This past Friday we saw the conclusion of the United Nations Climate Change Conference in Poznan, Poland. This two-week long conference brought together representatives from 189 countries for talks to lay the groundwork for Copenhagen in 2009, where the convention signatories have agreed to finalize a global treaty for the post-2012 period (2012 is when the Kyoto Protocol, the currently operating climate change treaty, is set to expire).
While the Middle East has not been a major actor in the unfolding drama of global climate change and its politics, their role is still significant, according to Wael Hmaidan, who represented the Arab Climate Alliance in Poznan. Hmaidan says that, as countries with both a lot of fossil fuels and a great capacity for solar energy production, Arab countries are both part of the problem and part of the solution to climate change.In a recorded interview, Hmaidan called for a new “annex” within the global framework on climate change. The current agreements have Annex I, for industrialized countries, and Annex II, for developing countries; Annex I countries bear most of the historical responsibility for climate change, because of their consumption of greenhouse gas-emitting fossil fuels.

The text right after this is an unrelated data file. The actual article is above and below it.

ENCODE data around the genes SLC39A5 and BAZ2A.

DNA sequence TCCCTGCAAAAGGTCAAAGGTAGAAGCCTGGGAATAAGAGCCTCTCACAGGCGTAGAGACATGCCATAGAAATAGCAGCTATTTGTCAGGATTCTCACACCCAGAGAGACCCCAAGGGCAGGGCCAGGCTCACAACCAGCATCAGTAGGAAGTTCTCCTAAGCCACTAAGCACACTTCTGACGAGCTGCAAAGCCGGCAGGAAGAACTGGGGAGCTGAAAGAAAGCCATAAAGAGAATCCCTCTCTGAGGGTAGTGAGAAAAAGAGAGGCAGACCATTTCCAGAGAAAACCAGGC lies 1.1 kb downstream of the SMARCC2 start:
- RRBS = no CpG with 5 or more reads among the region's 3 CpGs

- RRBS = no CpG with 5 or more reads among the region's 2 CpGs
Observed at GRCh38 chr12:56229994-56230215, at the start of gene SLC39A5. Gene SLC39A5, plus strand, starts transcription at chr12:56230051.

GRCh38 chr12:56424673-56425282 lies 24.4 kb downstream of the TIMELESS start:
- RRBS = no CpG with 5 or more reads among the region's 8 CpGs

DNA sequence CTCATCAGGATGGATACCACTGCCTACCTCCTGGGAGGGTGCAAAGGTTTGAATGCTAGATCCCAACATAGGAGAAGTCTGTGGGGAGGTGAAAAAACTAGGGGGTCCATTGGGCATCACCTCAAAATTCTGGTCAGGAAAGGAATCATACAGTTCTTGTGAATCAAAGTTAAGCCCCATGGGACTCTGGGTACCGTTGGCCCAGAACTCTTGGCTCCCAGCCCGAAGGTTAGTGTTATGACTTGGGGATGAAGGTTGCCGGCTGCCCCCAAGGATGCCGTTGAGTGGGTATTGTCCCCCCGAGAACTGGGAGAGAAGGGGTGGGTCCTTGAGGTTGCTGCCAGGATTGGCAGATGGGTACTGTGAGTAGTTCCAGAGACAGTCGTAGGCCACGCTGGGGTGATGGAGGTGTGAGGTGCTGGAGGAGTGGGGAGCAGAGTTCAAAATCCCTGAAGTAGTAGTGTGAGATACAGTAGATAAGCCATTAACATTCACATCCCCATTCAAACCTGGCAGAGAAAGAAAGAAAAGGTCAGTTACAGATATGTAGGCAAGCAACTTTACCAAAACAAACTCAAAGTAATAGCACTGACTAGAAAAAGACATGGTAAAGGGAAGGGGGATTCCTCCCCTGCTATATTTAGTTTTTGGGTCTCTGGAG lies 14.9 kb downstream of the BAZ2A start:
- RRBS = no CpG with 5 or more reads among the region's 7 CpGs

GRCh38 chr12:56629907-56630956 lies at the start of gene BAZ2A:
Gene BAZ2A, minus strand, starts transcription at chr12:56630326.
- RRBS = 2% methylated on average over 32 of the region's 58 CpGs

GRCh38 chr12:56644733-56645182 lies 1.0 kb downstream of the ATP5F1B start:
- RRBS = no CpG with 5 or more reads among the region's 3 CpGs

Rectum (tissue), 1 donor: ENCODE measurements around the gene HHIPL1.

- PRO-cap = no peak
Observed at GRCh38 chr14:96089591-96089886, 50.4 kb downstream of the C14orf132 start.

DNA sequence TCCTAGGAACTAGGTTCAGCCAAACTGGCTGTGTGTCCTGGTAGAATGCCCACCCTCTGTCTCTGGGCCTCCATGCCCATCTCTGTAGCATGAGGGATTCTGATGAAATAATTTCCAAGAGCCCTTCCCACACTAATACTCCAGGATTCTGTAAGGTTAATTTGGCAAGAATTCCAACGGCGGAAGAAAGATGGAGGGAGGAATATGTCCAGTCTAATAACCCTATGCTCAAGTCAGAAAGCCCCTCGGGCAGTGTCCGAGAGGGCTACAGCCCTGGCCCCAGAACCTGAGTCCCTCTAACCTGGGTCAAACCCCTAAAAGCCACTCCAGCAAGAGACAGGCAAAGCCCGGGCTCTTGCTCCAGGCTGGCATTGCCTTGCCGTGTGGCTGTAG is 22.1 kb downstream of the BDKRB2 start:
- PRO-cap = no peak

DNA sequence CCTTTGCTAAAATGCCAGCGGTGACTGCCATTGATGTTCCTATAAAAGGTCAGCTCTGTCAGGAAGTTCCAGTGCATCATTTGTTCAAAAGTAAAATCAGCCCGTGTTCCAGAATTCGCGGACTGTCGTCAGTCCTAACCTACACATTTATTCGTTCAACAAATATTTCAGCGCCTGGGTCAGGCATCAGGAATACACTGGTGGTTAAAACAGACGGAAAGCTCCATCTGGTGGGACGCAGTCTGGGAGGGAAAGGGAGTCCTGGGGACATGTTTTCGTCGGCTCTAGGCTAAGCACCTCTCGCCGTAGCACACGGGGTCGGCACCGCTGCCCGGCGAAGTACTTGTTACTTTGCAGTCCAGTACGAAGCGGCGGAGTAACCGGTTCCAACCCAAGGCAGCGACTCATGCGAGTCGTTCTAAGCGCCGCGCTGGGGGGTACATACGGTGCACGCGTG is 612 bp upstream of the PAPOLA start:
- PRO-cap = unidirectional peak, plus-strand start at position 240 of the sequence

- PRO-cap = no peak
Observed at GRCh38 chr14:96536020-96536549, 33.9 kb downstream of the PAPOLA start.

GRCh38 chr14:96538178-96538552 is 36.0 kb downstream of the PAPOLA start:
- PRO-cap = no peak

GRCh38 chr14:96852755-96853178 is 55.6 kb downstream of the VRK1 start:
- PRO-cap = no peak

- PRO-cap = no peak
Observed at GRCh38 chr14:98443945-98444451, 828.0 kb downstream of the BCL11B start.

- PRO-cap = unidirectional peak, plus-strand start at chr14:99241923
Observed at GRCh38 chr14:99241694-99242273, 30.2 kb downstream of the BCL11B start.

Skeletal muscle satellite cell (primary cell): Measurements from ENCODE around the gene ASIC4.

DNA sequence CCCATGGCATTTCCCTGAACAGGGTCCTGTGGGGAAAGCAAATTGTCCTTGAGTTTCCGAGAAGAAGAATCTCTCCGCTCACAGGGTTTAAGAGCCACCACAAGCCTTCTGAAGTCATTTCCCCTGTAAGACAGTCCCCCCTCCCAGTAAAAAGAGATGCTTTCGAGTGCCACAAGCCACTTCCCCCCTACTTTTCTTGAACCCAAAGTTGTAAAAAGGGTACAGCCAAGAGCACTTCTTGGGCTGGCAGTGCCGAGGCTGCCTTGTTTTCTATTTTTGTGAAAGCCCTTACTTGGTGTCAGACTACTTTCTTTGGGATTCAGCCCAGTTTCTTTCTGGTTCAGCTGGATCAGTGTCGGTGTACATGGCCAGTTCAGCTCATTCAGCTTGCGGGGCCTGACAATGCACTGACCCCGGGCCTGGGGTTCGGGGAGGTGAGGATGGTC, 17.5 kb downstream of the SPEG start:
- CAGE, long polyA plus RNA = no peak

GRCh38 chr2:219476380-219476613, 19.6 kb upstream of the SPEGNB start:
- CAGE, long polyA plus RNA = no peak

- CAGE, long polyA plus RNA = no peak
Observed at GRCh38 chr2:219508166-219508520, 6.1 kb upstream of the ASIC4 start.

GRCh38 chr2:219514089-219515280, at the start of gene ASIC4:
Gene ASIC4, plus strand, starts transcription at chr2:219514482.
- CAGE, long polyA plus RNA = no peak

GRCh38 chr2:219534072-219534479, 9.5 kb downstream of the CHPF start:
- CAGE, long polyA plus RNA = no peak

Hmaidan believes that there should be a new category for fossil fuel-rich countries like Saudi Arabia. Even though these countries have not consumed fossil fuels at the same level as Annex I, he insists that these countries bear some of the historical responsibility for climate change because they have reaped billions of dollars of profit from the sale of dirty fossil fuels.
He also sees the oil wealth of these countries, particularly Saudi Arabia, as an obstruction to the mass production of renewable energy. He says that Saudi Arabia relies on the world’s oil dependence as a source of political power, so they act to obstruct or diminish the political will for clean, renewable energy.
Hmaidan’s organization, the Arab Climate Alliance, was formed last year specifically to build that will. Their goal is to harness the power of Arab civil society and direct the energy of NGOs in the region toward one the greatest challenges ever facing humanity: preventing catastrophic climate change.
They intend to gain a commitment from Arab League Governments to a post-2012 international climate agreement that will reduce global greenhouse gases 60-80% below 1990 levels by 2050, in line with recommendations from the International Panel on Climate Change.
Echoing Hmaidan’s comments from Poznan (which you can see in their entirety at the end of this post) the Alliance believes that the renewable energy technologies to achieve this goal are already available.
If only one percent of the Arabian Desert is used to produce solar energy, using Concentrating Solar Thermal Power (CSP) technology, it is possible to supply the whole World with renewable and clean electricity. All that is needed is the political will to create the policy framework necessary to facilitate the adoption and integration of these technologies.
For more on climate change and fossil fuels in the Middle East, be sure to read the following Prophecies:
Will Shell Oil Strike a Mega-Deal in Oil Shale with Jordan?
Will Climate Change Reduce or Increase Middle East Rainfall?
Middle East Oil Barons See Green Oil Fields in Clean Technology